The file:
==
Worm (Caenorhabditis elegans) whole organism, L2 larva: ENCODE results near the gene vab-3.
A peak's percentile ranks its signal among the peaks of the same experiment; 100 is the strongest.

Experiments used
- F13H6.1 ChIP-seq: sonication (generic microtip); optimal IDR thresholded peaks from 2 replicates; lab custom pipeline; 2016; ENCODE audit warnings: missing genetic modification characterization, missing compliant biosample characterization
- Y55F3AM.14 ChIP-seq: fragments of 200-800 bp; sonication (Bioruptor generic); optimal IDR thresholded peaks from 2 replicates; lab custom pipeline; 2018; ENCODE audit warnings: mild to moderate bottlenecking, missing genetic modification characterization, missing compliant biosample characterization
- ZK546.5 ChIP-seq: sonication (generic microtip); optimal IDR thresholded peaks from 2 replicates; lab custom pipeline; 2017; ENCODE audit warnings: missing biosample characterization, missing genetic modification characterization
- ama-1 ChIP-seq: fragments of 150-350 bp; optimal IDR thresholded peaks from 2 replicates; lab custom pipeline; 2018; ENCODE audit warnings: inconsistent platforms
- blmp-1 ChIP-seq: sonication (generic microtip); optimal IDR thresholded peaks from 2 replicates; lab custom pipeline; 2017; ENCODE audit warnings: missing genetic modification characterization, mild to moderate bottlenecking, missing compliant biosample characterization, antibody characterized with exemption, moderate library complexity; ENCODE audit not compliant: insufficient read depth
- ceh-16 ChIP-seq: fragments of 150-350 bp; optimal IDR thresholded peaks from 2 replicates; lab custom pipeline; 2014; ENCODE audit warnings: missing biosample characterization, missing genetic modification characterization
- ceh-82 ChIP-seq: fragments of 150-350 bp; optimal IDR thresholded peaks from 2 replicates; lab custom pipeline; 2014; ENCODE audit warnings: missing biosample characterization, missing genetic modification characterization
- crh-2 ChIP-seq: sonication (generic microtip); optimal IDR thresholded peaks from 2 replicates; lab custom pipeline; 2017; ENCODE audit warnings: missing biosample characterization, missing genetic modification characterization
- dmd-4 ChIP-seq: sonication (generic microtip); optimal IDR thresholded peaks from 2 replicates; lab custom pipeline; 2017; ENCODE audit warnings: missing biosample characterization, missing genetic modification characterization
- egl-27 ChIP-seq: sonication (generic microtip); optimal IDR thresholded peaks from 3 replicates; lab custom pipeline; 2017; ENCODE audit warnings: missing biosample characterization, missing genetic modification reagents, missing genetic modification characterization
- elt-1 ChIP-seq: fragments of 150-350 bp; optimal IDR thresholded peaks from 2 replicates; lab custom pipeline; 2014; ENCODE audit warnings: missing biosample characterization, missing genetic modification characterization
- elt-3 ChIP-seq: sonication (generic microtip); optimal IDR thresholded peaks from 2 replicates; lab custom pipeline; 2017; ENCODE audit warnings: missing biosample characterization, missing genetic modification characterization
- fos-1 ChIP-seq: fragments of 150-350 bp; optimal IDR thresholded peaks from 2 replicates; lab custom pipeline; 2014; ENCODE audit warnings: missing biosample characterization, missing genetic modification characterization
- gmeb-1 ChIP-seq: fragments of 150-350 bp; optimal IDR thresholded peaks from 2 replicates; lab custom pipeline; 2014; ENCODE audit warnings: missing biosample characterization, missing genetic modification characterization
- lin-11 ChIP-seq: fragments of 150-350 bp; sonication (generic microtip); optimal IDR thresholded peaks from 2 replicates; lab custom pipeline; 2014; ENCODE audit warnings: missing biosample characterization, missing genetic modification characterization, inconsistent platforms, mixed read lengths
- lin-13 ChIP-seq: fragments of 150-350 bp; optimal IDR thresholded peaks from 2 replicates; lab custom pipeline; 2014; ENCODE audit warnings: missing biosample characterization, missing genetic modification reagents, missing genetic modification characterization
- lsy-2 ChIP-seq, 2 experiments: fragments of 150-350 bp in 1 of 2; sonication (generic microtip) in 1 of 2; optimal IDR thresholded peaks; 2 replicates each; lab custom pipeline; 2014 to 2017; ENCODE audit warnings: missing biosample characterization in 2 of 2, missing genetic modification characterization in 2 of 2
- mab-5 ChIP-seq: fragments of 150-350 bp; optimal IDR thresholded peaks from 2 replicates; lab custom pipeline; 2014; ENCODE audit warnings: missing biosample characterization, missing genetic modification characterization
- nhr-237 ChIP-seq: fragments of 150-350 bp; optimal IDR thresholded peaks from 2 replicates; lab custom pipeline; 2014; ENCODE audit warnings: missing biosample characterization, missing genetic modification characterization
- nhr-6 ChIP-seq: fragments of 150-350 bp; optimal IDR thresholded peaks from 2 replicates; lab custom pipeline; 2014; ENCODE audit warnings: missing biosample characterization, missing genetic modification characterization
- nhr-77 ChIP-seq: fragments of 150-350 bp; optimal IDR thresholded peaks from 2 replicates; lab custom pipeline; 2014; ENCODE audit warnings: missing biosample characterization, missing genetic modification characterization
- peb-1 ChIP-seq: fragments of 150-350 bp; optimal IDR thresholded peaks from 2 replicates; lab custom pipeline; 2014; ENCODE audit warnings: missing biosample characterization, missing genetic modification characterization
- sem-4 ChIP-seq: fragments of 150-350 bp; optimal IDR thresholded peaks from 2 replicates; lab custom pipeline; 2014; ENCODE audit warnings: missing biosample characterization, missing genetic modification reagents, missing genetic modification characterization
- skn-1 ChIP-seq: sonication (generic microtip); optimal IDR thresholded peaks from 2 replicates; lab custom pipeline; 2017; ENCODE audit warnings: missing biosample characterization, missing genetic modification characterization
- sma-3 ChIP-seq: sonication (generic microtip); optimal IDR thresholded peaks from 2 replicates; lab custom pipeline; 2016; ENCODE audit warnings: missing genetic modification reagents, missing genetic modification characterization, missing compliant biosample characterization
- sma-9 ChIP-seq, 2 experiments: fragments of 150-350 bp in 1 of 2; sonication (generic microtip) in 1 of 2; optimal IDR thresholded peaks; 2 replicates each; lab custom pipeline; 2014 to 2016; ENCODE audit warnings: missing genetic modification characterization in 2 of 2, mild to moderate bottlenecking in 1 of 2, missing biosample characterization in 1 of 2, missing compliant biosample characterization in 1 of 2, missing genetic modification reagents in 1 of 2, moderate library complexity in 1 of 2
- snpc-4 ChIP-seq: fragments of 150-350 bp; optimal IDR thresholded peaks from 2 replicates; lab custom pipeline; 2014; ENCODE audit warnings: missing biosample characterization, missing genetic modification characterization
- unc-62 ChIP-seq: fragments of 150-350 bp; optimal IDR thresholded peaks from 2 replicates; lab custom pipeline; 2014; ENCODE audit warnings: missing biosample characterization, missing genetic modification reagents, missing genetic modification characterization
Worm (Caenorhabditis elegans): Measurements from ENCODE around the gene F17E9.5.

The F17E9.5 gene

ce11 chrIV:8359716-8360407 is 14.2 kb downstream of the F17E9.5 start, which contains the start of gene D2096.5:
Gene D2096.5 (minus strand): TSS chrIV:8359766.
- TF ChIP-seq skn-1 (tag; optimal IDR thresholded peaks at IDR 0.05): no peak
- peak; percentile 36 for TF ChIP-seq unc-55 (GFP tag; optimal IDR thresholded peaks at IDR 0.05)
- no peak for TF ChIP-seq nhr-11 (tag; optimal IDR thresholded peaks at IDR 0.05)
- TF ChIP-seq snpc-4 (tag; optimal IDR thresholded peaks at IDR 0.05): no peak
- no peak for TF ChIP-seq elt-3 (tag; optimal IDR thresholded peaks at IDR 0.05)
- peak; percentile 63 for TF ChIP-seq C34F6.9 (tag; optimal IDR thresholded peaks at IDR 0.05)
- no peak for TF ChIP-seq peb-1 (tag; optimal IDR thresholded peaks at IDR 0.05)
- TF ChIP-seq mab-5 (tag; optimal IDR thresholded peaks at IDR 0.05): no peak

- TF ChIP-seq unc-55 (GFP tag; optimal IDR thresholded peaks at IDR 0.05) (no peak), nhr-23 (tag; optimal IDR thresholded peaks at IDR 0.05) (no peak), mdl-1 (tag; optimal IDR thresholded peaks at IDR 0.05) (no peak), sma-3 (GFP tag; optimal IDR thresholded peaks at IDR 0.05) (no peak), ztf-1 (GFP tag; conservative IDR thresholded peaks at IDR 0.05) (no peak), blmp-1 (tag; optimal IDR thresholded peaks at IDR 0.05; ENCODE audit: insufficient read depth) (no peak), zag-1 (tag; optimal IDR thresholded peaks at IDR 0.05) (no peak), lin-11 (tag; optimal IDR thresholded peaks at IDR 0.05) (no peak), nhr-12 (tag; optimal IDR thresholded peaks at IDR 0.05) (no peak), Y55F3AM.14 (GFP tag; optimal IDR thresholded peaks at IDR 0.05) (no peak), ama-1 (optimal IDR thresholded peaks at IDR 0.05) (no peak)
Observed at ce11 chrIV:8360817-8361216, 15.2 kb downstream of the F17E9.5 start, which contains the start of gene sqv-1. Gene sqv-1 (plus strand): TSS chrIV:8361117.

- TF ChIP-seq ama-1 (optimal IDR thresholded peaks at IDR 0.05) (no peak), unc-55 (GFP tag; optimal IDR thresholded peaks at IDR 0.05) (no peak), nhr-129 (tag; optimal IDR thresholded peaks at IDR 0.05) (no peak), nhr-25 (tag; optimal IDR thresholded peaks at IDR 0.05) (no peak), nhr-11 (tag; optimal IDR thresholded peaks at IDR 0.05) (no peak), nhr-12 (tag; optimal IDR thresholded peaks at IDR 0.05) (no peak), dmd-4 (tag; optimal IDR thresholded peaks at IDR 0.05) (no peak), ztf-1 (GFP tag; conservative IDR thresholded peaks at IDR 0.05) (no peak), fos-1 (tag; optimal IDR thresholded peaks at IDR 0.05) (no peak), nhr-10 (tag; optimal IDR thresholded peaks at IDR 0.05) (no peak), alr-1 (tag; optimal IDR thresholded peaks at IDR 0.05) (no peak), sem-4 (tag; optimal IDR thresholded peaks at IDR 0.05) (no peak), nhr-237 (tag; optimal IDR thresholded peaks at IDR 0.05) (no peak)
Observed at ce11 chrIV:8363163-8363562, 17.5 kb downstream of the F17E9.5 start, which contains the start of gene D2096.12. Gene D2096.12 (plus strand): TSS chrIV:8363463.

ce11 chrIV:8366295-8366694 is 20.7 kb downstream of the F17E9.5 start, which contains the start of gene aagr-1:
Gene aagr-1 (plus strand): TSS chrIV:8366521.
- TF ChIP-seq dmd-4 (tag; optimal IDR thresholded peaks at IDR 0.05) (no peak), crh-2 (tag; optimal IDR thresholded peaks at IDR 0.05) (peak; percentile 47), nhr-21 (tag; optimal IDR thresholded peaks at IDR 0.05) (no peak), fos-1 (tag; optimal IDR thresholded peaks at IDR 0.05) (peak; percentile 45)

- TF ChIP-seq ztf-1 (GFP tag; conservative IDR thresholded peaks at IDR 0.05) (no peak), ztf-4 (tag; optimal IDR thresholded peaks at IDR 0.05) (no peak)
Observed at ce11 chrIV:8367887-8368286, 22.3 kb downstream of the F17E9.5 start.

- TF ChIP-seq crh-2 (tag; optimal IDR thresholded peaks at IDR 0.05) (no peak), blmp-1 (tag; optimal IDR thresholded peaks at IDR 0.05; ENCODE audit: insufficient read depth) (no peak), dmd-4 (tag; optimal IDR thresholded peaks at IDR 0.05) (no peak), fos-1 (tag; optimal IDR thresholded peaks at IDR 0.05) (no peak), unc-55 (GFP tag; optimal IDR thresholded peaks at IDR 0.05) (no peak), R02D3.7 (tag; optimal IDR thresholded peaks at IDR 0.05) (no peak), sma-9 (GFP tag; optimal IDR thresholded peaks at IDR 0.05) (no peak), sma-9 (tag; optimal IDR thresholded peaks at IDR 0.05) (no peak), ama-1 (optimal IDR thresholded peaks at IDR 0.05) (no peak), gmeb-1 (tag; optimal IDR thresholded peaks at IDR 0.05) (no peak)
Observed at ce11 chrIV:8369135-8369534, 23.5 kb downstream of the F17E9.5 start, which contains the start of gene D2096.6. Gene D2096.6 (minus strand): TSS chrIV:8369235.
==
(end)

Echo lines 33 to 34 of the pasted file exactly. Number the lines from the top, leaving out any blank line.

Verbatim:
The F17E9.5 gene

ce11 chrIV:8359716-8360407 is 14.2 kb downstream of the F17E9.5 start, which contains the start of gene D2096.5: